A spate of new UCI rules are coming into force on January 1, including a new regulation regarding the minimum width of a rider's handlebars.
The change now restricts the width of handlebars on road bikes to 350mm when measured outside to outside at the drops.
The rule, Article 1.3.012 of the Clarification Guide Of The UCI Technical Regulation, which pertains to the overall dimensions of a bike, previously only restricted the maximum width of a bicycle, citing a maximum width of 500mm, which directly related to the maximum authorised width of bars.
Following the update, the rule now states "The maximum width of 500mm for the bicycle directly relates the maximum authorised overall width (outside-outside) of handlebars. The minimum overall width (outside-outside) of traditional handlebars (road events) and base bars (road and track events) is limited to 350mm."
On the road, there has been a slow trend in recent years towards narrower bars in a bid to decrease one's surface area to become more aerodynamic. Riders such as Dan Bigham, Victor Campanaerts and Jan Willem Van Schip have constantly pushed the boundaries, with the latter making headlines in 2019 with his ultra-narrow handlebars.
The trend has also made its way into bike design. In 2021, Ribble launched the Ultra SLR aero bike with the option to add 'Pro' bars that measure just 33cm at the hoods, flaring to 37cm at their widest. More recently, Trek has followed suit with the Madone SLR, which comes with handlebars that flare by 1.5cm from the hood to the drop. Trek says that by making the hoods narrower, the improved rider position is worth 10 watts of aerodynamic improvement.
The newly amended rule appears to be a safeguarding measure against riders taking the narrow-is-aero mentality too far, but it doesn't look as though it would affect any riders' existing approaches. Even Jan Willem Van Schip's bars, which were track drops that measured 32cm at the hoods, would have been legal due to flaring out to 36cm at the drops. The same cannot be said for the Speeco bars he used when he was thrown out of the Baloise Belgium Tour, however, for they fell foul of the separate 'forearms-on-bars' rule.
Somewhat related is another new rule that affects a rider's maximum reach, albeit once again it doesn't appear to affect any riders' existing positions. Rule 1.3.022 has been amended to state that "In no case shall the front of the handlebars exceed the vertical plane passing at horizontal distance of 100mm from the axis of the front wheel spindle."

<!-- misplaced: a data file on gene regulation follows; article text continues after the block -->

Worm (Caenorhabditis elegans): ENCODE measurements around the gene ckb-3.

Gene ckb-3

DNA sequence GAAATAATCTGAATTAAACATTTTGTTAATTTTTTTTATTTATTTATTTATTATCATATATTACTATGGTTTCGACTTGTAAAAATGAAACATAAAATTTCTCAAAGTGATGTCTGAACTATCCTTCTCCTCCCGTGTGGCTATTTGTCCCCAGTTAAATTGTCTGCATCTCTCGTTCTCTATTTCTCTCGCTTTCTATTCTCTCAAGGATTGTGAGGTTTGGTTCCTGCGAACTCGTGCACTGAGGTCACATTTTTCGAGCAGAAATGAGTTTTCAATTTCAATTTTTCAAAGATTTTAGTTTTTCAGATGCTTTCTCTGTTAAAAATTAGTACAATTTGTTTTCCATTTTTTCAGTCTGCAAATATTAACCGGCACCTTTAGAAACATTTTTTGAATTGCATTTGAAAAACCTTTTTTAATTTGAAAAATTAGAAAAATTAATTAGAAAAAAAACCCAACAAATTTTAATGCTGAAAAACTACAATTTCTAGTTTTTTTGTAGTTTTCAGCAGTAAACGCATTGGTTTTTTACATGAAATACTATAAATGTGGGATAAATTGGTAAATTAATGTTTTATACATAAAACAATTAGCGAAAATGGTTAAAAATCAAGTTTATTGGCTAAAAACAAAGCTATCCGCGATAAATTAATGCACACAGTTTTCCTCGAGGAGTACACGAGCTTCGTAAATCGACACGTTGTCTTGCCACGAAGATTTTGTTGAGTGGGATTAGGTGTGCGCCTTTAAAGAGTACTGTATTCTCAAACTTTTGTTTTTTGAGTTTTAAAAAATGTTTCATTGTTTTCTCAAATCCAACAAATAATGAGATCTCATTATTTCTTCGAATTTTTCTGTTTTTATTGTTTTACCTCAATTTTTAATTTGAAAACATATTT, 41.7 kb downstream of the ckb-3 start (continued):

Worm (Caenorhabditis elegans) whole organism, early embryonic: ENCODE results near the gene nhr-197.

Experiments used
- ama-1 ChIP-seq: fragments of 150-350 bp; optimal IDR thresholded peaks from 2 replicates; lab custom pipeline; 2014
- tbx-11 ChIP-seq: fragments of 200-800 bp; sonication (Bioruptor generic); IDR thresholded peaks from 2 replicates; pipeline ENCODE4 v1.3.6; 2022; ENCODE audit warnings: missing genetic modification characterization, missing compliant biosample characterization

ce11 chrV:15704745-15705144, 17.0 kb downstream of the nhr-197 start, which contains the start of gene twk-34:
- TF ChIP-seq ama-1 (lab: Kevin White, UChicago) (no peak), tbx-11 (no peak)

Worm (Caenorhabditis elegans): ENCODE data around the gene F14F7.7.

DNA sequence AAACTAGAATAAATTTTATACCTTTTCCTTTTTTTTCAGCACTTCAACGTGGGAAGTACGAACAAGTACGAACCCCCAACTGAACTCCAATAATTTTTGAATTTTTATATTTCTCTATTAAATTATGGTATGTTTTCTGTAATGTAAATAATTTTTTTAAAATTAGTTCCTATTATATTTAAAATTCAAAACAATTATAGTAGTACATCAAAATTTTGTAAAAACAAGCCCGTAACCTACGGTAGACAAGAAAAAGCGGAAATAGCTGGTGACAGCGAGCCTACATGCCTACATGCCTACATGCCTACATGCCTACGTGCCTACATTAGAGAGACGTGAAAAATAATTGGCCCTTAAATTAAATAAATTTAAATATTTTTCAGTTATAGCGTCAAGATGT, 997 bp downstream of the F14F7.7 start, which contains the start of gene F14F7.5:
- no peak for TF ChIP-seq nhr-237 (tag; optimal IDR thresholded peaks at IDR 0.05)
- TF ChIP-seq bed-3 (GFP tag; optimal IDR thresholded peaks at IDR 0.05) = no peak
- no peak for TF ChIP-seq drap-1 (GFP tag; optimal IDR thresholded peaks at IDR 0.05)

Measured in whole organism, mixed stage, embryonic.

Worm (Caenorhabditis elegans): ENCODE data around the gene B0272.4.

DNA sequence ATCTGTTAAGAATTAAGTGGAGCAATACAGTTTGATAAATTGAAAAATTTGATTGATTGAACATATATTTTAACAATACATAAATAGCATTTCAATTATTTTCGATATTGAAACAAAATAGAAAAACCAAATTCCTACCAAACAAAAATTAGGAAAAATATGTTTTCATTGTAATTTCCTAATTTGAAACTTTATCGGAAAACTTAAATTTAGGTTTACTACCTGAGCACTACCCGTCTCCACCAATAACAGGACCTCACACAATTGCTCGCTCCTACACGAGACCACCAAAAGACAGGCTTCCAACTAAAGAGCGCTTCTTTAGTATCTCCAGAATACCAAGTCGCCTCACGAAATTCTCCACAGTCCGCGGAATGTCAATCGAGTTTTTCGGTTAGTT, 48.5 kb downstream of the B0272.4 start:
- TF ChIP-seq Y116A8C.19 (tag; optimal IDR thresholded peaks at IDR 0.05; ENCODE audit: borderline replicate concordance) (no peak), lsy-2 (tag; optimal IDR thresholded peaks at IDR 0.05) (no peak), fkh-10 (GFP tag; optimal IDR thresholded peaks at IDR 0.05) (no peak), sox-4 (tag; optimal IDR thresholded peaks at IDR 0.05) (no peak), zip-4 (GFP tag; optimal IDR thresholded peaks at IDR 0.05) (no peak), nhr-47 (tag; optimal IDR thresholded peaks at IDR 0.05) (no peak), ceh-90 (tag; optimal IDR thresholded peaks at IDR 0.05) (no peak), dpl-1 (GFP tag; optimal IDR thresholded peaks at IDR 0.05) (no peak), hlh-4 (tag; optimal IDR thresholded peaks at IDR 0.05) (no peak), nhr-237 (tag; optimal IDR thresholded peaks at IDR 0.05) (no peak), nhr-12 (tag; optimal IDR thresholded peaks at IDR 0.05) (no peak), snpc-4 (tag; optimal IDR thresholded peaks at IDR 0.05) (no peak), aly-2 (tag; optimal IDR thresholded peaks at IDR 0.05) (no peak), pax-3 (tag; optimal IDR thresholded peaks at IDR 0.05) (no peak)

This means that the front of the bars – most commonly the leading edge of the drops – can not be positioned more than 10cm further forward than the centre of the hub.
The UCI says that this position puts the bars within the "control zone" of the bike: "The more forward the handlebar is positioned, the less maneuverable the bicycle will be and the less it will be easy to react quickly to an obstacle or a wind gust," it continues. "Moreover, this would result in moving the center of gravity of the rider on the bicycle, which would increase even more the risks of loss of control."
These rules come alongside ratification against team car time trial aero trickery which saw following cars stacked with spare bikes in a bid to create an aerodynamic benefit for the rider infront.
There are also new rules on time trial positioning, which include a new three-tier categorisation of rider height. Formerly, only riders exceeding 190cm tall were subject to relaxed rules on rider position. The new rule, Article 1.3.023, splits riders into three height brackets comprising those under 180cm, those from 180cm to 189.9cm, and riders over 190cm, with the middle tier needing to submit a rider height attestation.
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